Tributes paid to Gardyloo captain

Captain of the Gardyloo Ronnie Leask in the wheel house
Captain of the Gardyloo Ronnie Leask in the wheel house
Have your say

To many in Edinburgh and beyond, Ronnie Leask was known as the knowledgeable captain of the MV Gardyloo, the famous tanker that took people on pleasure trips around the Forth while discreetly relieving itself of the waste it was transporting from the capital’s sewers. But this experienced and capable captain already had adventures at sea that would render a lesser man a committed landlubber.

After losing his mother at a young age and with his father working offshore, Ronnie was brought up by his aunt and uncle, Chrissie and Arthur Double, often helping out on Arthur’s trips to sea as a trawlerman.

Setting his sights on joining the Merchant Navy, Ronnie studied at Leith Nautical College before getting a job as an apprentice with shipping company Runcimans on the MV Fernmoor.

However, on just his second voyage, a routine trip between Japan and Australia after leaving Tilbury in Essex, the ship hit a reef and sank in unchartered waters in the South China Sea.

The 36-strong crew spent a day adrift in the blazing sun in two poorly maintained lifeboats which they had to bail out continuously before being rescued by The Liberal, a timber ship. There was nowhere on board for them to lie other than on the logs – hardly the level of comfort you’d hope for after such an ordeal. The next day they boarded the Tomajeeras oil tanker and were back on dry land in Singapore a few days later. In the late 1970s he became first mate on the MV Gardyloo, the sludge vessel acquired by the then Lothian Regional Council. The ship would dump sewage into the Forth at specific times so that the tides would wash the effluvia out to sea. Ronnie was quickly promoted to captain, and became well known for acting as a tour guide and wildlife expert for passengers on each trip.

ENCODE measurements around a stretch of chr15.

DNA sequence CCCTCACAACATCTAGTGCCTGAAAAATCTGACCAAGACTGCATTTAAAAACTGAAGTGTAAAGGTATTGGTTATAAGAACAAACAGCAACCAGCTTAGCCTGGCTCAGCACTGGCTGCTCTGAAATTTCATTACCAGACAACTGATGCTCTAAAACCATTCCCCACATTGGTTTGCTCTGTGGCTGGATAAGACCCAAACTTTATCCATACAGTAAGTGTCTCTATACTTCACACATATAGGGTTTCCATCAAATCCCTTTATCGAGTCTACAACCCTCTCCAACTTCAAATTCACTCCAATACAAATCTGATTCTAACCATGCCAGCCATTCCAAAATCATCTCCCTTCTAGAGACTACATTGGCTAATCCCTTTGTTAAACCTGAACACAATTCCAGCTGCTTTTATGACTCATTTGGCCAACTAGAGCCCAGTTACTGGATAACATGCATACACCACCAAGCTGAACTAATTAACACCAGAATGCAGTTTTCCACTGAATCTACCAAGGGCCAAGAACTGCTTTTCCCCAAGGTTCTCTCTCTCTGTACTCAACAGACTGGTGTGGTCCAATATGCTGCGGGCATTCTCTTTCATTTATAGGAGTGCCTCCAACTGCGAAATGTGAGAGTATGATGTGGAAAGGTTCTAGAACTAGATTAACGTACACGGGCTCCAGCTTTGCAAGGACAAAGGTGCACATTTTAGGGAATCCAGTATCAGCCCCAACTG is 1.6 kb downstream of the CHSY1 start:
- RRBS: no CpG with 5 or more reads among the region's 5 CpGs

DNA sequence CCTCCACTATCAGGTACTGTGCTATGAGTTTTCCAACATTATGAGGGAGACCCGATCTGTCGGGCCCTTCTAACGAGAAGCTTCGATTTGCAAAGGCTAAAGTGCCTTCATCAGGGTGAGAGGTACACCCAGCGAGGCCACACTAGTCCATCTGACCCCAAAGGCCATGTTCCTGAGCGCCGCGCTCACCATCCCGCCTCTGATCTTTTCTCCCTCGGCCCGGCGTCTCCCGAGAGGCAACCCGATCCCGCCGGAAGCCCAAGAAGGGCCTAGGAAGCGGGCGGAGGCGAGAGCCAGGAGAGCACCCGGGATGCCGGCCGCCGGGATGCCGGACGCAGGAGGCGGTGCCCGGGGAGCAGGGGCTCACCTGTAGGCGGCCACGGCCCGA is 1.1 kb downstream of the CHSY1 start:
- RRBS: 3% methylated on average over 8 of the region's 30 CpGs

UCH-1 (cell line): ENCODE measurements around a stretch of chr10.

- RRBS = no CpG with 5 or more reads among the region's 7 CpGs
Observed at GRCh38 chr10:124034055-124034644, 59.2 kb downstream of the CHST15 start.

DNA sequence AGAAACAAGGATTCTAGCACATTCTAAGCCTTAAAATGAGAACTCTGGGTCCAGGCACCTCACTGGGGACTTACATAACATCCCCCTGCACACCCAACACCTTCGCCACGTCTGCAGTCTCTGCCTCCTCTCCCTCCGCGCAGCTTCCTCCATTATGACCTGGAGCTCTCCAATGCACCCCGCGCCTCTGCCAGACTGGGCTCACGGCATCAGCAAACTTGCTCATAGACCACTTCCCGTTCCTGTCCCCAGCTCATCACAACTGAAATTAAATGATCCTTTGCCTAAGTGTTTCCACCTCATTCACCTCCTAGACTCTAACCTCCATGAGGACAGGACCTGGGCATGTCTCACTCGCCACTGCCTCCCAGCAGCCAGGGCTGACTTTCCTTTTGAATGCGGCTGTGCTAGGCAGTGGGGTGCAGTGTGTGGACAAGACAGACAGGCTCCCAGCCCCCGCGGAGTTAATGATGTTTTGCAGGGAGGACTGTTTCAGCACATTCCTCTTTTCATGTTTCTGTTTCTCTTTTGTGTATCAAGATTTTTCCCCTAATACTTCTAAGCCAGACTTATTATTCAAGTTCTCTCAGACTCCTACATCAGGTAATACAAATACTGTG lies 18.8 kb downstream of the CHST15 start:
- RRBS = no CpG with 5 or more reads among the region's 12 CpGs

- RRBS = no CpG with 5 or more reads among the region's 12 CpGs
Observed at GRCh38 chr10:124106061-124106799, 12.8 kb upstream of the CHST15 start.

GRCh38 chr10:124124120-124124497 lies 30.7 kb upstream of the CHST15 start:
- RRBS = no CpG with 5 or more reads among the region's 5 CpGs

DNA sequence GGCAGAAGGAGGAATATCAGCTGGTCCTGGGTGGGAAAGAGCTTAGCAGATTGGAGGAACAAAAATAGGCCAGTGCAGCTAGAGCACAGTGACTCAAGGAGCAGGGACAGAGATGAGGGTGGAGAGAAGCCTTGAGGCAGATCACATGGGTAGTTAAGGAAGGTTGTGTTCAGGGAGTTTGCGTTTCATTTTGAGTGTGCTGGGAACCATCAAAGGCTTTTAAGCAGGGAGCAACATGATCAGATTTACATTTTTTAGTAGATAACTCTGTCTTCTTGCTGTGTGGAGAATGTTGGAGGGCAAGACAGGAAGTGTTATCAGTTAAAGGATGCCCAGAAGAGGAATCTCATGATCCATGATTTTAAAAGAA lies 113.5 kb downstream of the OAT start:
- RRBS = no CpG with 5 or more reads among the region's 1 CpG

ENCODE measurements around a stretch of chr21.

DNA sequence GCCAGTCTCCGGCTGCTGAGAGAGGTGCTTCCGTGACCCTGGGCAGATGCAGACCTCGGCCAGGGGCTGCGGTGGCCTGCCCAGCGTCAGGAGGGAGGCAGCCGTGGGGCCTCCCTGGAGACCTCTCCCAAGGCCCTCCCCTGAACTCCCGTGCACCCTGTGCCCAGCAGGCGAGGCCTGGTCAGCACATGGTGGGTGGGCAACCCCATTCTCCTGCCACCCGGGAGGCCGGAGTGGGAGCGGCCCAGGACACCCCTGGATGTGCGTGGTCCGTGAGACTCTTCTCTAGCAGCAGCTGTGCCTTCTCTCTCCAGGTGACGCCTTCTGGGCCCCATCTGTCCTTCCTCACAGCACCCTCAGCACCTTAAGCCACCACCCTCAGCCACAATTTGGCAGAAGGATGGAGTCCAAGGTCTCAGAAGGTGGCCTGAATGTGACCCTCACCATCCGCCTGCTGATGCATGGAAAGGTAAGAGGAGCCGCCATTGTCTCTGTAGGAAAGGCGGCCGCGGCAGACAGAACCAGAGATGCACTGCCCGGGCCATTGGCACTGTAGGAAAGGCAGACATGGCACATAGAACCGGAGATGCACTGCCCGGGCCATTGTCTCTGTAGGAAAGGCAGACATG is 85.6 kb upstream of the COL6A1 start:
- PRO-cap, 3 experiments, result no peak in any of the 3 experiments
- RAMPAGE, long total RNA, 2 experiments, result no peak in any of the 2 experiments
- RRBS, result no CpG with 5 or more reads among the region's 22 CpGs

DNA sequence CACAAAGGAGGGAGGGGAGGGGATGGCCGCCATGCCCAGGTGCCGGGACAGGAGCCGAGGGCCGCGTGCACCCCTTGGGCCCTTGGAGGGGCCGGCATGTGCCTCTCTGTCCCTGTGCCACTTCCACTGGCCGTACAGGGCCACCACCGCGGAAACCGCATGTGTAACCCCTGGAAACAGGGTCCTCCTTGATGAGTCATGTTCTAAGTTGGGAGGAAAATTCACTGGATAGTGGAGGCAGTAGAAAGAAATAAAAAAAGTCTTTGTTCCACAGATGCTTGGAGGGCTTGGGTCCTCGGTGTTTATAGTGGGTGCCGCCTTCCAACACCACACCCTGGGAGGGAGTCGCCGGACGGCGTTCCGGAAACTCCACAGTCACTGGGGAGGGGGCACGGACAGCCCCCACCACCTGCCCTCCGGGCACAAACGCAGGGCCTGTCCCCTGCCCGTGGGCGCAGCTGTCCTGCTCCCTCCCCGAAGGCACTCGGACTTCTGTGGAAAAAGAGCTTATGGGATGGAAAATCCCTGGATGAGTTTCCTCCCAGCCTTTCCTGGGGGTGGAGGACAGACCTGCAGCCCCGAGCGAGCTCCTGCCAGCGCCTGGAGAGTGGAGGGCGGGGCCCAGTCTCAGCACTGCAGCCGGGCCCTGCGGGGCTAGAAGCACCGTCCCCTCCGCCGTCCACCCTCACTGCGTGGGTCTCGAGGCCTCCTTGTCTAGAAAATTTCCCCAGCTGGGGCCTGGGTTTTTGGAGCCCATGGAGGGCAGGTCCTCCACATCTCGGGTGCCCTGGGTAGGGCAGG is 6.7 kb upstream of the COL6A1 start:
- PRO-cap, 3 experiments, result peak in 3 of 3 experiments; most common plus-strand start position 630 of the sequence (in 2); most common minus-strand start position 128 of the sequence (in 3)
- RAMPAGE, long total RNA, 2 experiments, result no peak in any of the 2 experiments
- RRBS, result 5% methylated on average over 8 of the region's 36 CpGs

Shortly before the Gardyloo was taken out of service in 1998, Captain Leask expressed regret that she had never received a royal warrant, saying: “We’ve been taking Holyrood Palace’s sewage all these years. I think she’s earned the warrant after 20 years providing a service to her Majesty,” although he would receive recognition himself, becoming an MBE for services to public sanitation in 1999.

Ronnie Leask was a proud Scot with a broad, international outlook, and was a passionate supporter of Scottish independence. He passed away at home in Edinburgh on 2 February, after suffering from progressive supranuclear palsy.

He is survived by his wife, Margaret, and daughters Fiona and Catriona. There will be no funeral as, in his final act of generosity, he donated his body to medical science. Instead, people are invited to make donations to the PSP association which is working to make life easier for those with the condition in his honour.